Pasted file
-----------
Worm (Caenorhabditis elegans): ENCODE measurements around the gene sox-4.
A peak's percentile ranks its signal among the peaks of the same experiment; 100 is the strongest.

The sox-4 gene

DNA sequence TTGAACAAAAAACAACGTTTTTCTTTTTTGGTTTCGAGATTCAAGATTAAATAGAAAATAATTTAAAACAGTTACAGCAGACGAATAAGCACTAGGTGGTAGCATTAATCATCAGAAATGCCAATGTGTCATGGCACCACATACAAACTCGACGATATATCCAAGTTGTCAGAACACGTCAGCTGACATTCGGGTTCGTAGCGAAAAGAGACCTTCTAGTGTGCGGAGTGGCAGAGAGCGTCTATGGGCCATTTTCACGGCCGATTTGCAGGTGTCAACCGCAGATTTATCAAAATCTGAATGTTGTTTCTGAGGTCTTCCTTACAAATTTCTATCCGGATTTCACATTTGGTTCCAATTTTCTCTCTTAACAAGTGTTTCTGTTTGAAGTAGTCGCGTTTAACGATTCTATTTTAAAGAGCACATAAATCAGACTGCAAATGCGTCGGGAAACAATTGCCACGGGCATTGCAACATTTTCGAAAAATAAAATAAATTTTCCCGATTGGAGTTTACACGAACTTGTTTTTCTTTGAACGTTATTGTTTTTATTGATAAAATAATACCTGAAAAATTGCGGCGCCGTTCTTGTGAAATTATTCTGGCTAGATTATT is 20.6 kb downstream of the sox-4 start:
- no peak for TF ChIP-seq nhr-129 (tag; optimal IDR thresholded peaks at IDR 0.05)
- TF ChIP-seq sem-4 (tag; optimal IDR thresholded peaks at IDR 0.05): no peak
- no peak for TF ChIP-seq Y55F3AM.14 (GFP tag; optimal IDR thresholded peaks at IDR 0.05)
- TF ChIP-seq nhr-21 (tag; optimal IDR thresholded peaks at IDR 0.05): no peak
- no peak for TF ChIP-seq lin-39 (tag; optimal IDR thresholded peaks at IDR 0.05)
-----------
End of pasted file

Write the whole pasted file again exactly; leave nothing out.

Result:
Worm (Caenorhabditis elegans): ENCODE measurements around the gene sox-4.
A peak's percentile ranks its signal among the peaks of the same experiment; 100 is the strongest.

The sox-4 gene

DNA sequence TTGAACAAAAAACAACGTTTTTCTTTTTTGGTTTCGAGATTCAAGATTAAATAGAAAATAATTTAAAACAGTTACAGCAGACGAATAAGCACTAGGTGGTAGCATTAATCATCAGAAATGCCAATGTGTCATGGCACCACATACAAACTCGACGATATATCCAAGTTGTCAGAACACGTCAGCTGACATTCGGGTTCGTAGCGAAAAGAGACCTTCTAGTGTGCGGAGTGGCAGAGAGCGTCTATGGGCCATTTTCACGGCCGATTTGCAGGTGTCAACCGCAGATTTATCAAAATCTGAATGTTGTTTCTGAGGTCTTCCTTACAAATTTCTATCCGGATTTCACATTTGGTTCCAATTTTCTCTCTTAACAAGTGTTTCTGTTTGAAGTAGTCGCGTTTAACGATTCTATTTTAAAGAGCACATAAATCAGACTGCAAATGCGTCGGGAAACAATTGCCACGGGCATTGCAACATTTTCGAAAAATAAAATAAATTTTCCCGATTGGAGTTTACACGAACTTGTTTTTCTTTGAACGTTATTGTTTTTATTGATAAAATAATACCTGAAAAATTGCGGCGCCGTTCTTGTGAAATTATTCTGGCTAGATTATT is 20.6 kb downstream of the sox-4 start:
- no peak for TF ChIP-seq nhr-129 (tag; optimal IDR thresholded peaks at IDR 0.05)
- TF ChIP-seq sem-4 (tag; optimal IDR thresholded peaks at IDR 0.05): no peak
- no peak for TF ChIP-seq Y55F3AM.14 (GFP tag; optimal IDR thresholded peaks at IDR 0.05)
- TF ChIP-seq nhr-21 (tag; optimal IDR thresholded peaks at IDR 0.05): no peak
- no peak for TF ChIP-seq lin-39 (tag; optimal IDR thresholded peaks at IDR 0.05)